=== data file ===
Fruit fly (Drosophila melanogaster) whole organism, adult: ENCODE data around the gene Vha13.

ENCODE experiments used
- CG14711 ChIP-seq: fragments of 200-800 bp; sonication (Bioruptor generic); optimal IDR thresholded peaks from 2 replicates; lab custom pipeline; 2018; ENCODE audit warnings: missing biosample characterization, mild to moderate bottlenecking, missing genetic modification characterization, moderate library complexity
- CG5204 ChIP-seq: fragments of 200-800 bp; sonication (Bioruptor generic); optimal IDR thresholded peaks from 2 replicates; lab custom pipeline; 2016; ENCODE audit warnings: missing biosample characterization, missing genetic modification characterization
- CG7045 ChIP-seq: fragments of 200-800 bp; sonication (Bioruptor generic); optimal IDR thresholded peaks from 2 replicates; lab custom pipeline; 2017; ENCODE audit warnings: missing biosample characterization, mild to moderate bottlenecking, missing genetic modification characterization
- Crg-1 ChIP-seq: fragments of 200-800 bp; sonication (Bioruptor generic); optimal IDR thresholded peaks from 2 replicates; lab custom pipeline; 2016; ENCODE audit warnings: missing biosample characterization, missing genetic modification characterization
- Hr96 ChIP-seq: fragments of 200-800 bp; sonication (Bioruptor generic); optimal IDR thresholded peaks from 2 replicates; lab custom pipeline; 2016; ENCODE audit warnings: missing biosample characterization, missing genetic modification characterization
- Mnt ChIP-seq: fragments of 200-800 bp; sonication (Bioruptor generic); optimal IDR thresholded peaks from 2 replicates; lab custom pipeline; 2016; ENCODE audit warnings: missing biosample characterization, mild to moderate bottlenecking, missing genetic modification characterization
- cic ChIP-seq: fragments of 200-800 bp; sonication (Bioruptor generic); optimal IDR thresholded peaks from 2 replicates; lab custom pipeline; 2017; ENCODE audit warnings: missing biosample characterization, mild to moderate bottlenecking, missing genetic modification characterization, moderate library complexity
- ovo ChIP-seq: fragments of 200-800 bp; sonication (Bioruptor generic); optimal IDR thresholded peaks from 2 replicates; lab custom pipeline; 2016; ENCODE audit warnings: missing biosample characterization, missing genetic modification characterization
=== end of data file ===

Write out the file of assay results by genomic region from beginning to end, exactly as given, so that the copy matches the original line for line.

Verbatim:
Fruit fly (Drosophila melanogaster) whole organism, adult: ENCODE data around the gene Vha13.

ENCODE experiments used
- CG14711 ChIP-seq: fragments of 200-800 bp; sonication (Bioruptor generic); optimal IDR thresholded peaks from 2 replicates; lab custom pipeline; 2018; ENCODE audit warnings: missing biosample characterization, mild to moderate bottlenecking, missing genetic modification characterization, moderate library complexity
- CG5204 ChIP-seq: fragments of 200-800 bp; sonication (Bioruptor generic); optimal IDR thresholded peaks from 2 replicates; lab custom pipeline; 2016; ENCODE audit warnings: missing biosample characterization, missing genetic modification characterization
- CG7045 ChIP-seq: fragments of 200-800 bp; sonication (Bioruptor generic); optimal IDR thresholded peaks from 2 replicates; lab custom pipeline; 2017; ENCODE audit warnings: missing biosample characterization, mild to moderate bottlenecking, missing genetic modification characterization
- Crg-1 ChIP-seq: fragments of 200-800 bp; sonication (Bioruptor generic); optimal IDR thresholded peaks from 2 replicates; lab custom pipeline; 2016; ENCODE audit warnings: missing biosample characterization, missing genetic modification characterization
- Hr96 ChIP-seq: fragments of 200-800 bp; sonication (Bioruptor generic); optimal IDR thresholded peaks from 2 replicates; lab custom pipeline; 2016; ENCODE audit warnings: missing biosample characterization, missing genetic modification characterization
- Mnt ChIP-seq: fragments of 200-800 bp; sonication (Bioruptor generic); optimal IDR thresholded peaks from 2 replicates; lab custom pipeline; 2016; ENCODE audit warnings: missing biosample characterization, mild to moderate bottlenecking, missing genetic modification characterization
- cic ChIP-seq: fragments of 200-800 bp; sonication (Bioruptor generic); optimal IDR thresholded peaks from 2 replicates; lab custom pipeline; 2017; ENCODE audit warnings: missing biosample characterization, mild to moderate bottlenecking, missing genetic modification characterization, moderate library complexity
- ovo ChIP-seq: fragments of 200-800 bp; sonication (Bioruptor generic); optimal IDR thresholded peaks from 2 replicates; lab custom pipeline; 2016; ENCODE audit warnings: missing biosample characterization, missing genetic modification characterization